TPP Currency manipulation, trade, wages, and job loss


Currency manipulation distorts trade flows by artificially lowering the cost of U.S. imports and raising the cost of U.S. exports, and is the leading cause of stubbornly high U.S. trade deficits over the past 15 years. More than 20 countries, led by China, have, together, been spending about $1 trillion per year buying foreign assets to artificially suppress the value of their currencies. Several members of the proposed Trans-Pacific Partnership (TPP)—including Japan, Malaysia, and Singapore—are well-known currency manipulators, and other currency manipulators—including South Korea, Taiwan, and China—have expressed interest in joining the agreement.

Despite widespread calls from a majority of members of both houses of Congress, and many economists, the TPP includes no enforceable disciplines on currency manipulation. Key conclusions of this analysis are:

  • Currency manipulation could nullify the benefits of the TPP.
  • Purchases and holdings of foreign-exchange reserves (broadly defined) would have a direct impact on exchange rates and trade flows in the TPP.
  • China, as the world’s largest currency manipulator, could affect trade in the TPP in at least two ways. First, as a result of relatively weak rules of origin, the U.S. and other countries would be vulnerable to increased imports from China through the TPP. Second, currency manipulation by China could influence other TPP members to adjust or manipulate the value of their currencies, in order to remain competitive with China, and thereby nullify some or all of the benefits of the TPP to the United States.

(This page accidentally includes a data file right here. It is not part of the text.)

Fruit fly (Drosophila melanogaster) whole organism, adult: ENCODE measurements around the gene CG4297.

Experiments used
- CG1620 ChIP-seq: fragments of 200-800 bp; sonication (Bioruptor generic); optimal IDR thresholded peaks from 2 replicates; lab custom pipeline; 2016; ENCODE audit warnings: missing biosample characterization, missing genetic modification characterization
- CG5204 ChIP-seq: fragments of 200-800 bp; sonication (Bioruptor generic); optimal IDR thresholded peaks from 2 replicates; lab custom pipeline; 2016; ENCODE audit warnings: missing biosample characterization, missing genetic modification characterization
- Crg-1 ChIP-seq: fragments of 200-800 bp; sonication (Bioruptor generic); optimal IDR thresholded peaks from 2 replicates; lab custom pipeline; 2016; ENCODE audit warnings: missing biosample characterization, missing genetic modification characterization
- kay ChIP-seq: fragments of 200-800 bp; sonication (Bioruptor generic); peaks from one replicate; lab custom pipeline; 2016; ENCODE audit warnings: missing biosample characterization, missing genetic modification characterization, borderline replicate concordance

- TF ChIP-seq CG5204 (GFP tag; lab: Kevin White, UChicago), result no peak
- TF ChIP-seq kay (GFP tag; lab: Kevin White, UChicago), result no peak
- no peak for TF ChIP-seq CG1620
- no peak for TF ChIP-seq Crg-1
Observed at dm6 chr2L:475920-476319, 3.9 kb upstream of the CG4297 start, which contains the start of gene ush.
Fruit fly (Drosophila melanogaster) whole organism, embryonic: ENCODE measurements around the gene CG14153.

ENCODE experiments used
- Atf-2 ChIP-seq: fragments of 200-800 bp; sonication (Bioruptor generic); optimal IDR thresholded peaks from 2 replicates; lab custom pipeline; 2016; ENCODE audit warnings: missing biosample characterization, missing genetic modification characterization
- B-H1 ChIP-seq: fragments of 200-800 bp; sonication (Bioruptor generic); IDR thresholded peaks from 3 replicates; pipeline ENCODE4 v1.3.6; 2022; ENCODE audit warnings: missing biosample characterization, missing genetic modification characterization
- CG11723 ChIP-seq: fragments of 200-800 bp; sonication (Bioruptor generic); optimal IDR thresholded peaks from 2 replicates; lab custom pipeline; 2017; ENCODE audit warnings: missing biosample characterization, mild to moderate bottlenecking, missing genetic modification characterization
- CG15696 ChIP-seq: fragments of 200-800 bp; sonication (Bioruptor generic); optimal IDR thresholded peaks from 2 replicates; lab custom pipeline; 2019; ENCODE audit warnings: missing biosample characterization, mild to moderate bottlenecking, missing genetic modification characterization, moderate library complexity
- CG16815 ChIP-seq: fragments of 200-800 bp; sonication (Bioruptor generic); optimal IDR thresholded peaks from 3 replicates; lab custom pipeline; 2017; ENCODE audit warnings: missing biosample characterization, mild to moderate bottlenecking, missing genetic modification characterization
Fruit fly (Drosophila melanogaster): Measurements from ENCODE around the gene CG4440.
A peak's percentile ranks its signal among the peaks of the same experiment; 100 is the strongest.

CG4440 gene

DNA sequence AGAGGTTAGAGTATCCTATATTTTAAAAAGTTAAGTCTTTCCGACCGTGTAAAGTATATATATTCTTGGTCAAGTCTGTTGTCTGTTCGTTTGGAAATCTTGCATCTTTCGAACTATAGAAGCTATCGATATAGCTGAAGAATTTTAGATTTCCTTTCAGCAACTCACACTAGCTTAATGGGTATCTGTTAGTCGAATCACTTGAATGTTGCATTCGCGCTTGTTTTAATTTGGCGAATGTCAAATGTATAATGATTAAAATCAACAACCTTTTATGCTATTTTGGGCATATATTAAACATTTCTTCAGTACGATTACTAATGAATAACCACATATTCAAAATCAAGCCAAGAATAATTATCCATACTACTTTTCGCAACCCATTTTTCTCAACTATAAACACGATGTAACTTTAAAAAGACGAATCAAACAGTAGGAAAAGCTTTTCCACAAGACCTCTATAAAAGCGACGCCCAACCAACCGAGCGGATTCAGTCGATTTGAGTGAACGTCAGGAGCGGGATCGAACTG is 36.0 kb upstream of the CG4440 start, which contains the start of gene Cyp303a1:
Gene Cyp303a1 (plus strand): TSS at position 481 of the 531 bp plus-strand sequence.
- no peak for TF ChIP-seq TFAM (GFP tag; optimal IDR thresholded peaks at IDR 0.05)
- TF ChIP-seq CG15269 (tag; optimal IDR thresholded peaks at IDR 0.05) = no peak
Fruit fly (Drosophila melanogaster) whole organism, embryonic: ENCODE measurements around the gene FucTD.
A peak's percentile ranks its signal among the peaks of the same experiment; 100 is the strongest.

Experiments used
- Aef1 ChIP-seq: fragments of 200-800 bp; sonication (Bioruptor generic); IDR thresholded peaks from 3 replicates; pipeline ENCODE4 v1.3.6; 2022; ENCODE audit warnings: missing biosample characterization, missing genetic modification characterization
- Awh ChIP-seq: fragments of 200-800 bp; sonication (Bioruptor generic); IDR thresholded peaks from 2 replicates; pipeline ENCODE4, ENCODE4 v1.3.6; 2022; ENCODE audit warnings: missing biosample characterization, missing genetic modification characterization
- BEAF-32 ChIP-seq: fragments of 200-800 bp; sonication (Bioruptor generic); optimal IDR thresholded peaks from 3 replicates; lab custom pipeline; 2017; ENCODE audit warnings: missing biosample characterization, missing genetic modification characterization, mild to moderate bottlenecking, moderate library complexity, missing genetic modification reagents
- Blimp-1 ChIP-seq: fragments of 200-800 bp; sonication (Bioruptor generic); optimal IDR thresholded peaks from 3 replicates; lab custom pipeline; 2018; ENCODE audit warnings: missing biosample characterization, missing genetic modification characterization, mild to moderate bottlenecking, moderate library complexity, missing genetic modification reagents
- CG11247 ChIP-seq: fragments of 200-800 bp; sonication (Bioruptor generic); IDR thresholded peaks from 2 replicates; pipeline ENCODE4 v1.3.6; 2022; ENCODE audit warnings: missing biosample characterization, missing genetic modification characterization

• Japan is also an important currency manipulator, and this manipulation is the leading cause of the U.S. trade deficit with Japan, which displaced 896,600 U.S. jobs in 2013.
  • Models that have assumed full employment to evaluate the effects of the TPP and past free-trade agreements should not be used to evaluate the potential demand-shifting effects of currency manipulation on the members of the TPP.
  • Even if the TPP were a true free-trade agreement it would likely be hard on noncollege-educated American workers, who make up more than two-thirds of the U.S. labor force. Growing trade with low-wage countries is one of the leading causes of the increase in U.S. income inequality. The TPP is likely to reinforce these trends.
  • The TPP isn’t principally about free trade—it’s about providing increased protection for intellectual property rights for pharmaceutical makers, software vendors, and others, and stronger property rights for foreign investors, which encourages outsourcing, job losses, and a further decline in labor’s share of national income.
  • Finally, the TPP would likely result in growing trade deficits, trade-related job losses, and downward pressure on the wages of the majority of U.S. workers.

On January 4, 2016, EPI Senior Economist and Director of Trade and Manufacturing Policy Research Rob Scott participated in “The Saga of Trans-Pacific Partnership Negotiations,” a panel hosted by the International Trade & Finance Association during the Allied Social Science Associations meeting in San Francisco. The presentation that he delivered was based on this report and is available on EPI’s website. This report also served as the basis of, and is nearly identical to, testimony submitted to the U.S. International Trade Commission for a public hearing beginning January 13, 2016, on investigation No. TPA-105-001, “Trans-Pacific Partnership Agreement: Likely Impact on the U.S. Economy and on Specific Industry Sectors.”

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